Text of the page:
On August 11, 1981, the victim identified the defendant in a crowded courtroom after being told to look around the room. The defendant was one of six men in the prisoner's dock. The defendant appeared shocked when he made eye contact with the victim, reacting nervously and squirming in his seat. The victim, without reservation, identified the defendant again at a probable cause hearing on August 17, 1981.
After considering the reliability factors set forth both in Manson v. Brathwaite, 432 U.S. 98 (1977), and several Massachusetts cases, [Note 1] the judge ruled that the photographic identifications were "not unnecessarily suggestive and were, in fact,
highly reliable." He found also that neither the in-person identification based on the confrontation on August 11, 1981, at the Somerville court, nor the identification at the probable cause hearing, was tainted due to unnecessary suggestiveness. Implicitly, the judge decided that the suggestive factors in the victim's identifications of her assailant were outweighed by the reliability factors. The question for us to decide is whether, on the uncontroverted testimony and the subsidiary facts found by the judge, that conclusion is correct.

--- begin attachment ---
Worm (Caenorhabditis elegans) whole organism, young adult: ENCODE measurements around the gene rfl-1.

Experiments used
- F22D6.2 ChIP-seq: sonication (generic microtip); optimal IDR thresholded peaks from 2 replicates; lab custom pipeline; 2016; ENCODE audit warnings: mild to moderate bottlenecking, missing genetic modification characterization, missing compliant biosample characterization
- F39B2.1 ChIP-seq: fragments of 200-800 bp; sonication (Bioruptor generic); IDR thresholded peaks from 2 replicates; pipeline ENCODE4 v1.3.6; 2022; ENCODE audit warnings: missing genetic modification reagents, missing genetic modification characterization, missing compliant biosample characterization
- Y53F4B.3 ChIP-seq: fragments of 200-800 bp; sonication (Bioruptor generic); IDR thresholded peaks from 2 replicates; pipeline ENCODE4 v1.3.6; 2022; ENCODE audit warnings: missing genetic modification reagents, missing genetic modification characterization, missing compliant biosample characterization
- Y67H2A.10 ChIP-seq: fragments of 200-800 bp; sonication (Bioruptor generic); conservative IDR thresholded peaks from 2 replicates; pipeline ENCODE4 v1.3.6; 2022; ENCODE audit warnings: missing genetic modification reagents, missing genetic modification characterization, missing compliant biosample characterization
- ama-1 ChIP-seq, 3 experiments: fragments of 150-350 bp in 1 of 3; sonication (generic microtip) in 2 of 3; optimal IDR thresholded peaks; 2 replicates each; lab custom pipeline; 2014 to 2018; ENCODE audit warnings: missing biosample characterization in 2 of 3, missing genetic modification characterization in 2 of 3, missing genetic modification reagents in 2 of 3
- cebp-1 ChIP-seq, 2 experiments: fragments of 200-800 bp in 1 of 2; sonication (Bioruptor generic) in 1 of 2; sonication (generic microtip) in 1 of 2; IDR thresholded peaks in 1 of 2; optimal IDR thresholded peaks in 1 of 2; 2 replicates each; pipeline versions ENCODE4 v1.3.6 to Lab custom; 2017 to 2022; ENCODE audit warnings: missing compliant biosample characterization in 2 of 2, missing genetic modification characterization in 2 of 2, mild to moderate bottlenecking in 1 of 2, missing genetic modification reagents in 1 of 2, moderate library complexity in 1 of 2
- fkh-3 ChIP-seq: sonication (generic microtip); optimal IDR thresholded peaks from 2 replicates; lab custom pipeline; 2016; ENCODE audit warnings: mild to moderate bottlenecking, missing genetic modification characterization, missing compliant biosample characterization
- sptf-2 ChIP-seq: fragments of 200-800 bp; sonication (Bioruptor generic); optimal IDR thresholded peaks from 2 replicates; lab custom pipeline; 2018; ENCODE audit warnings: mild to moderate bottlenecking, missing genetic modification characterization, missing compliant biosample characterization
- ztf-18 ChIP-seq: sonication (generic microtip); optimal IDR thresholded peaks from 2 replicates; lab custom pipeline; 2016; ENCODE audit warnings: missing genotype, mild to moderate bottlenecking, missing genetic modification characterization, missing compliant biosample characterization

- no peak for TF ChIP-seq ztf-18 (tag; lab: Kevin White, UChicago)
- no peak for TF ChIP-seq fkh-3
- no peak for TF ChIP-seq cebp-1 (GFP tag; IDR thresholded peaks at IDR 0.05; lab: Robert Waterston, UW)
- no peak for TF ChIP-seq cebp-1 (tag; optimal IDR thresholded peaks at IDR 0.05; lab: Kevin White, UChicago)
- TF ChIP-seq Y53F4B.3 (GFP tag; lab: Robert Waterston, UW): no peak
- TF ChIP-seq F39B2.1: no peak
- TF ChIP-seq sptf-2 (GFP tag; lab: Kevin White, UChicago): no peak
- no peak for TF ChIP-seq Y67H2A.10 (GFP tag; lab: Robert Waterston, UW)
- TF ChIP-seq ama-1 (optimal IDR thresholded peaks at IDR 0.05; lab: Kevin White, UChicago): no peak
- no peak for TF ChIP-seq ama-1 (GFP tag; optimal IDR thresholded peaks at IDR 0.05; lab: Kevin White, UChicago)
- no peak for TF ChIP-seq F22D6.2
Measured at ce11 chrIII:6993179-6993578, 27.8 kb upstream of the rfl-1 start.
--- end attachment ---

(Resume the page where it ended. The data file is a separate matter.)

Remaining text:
We agree with the defendant that the police officer's remark about "Jan" was both unnecessary and suggestive. It had a tendency to confirm in the victim's mind the correctness of her initial tentative choice of the defendant's photograph. So, too, was it unnecessarily suggestive for the officer to let the victim know, after she had selected the second photograph of the defendant and before the in-court confrontation, that the defendant was facing other sex-related charges. That information had a further tendency to confirm the identification of the defendant as her assailant in the victim's mind.